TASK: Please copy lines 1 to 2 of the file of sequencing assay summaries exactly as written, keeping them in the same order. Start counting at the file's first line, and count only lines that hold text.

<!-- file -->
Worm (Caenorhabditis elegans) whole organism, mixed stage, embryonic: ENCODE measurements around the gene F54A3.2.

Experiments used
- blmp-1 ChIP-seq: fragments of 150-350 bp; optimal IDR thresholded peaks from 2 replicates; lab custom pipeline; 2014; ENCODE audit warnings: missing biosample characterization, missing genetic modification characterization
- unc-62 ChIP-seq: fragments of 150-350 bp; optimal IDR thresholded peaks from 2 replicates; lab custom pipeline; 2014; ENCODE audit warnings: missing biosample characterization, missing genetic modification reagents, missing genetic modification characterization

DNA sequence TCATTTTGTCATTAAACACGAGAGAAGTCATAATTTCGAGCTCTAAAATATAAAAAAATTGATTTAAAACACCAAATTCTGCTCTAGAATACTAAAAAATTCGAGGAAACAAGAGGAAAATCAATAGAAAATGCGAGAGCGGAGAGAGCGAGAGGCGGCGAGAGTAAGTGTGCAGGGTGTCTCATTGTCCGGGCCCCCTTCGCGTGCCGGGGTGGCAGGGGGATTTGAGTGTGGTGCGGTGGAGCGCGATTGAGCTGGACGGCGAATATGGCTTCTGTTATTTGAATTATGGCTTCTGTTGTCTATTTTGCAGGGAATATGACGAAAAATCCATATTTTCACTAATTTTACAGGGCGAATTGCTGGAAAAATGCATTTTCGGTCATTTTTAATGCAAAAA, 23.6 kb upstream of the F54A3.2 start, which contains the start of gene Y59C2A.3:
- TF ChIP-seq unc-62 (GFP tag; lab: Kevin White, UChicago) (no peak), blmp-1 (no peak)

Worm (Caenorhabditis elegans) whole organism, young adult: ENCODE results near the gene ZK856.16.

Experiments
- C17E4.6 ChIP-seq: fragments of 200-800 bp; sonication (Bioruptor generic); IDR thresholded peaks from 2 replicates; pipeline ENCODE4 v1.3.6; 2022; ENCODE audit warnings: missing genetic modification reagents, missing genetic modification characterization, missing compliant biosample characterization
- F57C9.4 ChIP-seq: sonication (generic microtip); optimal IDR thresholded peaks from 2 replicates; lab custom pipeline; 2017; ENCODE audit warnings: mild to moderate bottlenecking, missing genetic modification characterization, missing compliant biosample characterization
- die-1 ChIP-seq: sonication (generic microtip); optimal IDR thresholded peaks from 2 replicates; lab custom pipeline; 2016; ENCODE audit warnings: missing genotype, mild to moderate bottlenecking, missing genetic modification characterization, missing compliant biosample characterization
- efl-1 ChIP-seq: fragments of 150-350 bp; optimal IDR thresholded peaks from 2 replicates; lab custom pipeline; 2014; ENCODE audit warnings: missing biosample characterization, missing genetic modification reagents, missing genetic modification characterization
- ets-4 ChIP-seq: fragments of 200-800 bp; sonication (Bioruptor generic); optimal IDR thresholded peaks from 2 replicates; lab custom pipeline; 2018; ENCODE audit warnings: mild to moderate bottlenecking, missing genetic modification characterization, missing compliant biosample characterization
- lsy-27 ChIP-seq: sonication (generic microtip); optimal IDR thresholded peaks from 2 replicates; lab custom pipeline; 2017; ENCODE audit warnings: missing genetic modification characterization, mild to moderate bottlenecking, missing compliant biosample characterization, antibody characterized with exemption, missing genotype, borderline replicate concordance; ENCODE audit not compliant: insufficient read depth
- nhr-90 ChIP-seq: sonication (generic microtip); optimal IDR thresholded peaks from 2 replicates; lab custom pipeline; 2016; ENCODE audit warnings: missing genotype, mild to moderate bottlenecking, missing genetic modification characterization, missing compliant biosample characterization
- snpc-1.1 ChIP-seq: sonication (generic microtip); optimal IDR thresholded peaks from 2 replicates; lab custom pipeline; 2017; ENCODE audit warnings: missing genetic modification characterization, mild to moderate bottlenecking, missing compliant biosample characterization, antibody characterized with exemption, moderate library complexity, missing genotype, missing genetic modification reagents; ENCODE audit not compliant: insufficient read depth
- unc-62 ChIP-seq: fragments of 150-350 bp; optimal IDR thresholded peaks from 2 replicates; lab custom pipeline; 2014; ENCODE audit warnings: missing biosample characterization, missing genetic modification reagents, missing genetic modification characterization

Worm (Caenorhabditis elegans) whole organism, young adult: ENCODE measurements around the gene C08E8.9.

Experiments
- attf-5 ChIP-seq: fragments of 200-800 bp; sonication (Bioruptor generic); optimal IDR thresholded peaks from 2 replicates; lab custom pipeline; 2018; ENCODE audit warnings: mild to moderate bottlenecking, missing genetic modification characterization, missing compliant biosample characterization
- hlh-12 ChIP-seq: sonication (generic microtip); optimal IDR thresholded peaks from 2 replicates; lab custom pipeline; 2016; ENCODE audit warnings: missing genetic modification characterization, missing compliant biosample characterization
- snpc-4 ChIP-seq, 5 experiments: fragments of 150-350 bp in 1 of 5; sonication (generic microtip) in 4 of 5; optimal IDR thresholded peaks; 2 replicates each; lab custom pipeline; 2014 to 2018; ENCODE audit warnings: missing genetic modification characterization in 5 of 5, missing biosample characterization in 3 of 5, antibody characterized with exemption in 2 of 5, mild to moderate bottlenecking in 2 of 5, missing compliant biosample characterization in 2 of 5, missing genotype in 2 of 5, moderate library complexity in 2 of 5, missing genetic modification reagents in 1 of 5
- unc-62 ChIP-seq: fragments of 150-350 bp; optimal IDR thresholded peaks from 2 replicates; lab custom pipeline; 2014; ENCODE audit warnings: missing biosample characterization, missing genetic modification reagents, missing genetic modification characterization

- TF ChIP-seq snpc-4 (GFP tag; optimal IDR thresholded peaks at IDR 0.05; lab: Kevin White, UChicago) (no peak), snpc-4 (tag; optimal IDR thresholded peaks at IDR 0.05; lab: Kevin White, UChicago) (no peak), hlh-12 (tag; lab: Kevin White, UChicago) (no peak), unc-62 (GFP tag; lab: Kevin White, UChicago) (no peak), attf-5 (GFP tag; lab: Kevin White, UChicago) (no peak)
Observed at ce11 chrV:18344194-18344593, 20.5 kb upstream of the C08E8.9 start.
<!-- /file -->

Worm (Caenorhabditis elegans) whole organism, mixed stage, embryonic: ENCODE measurements around the gene F54A3.2.

Experiments used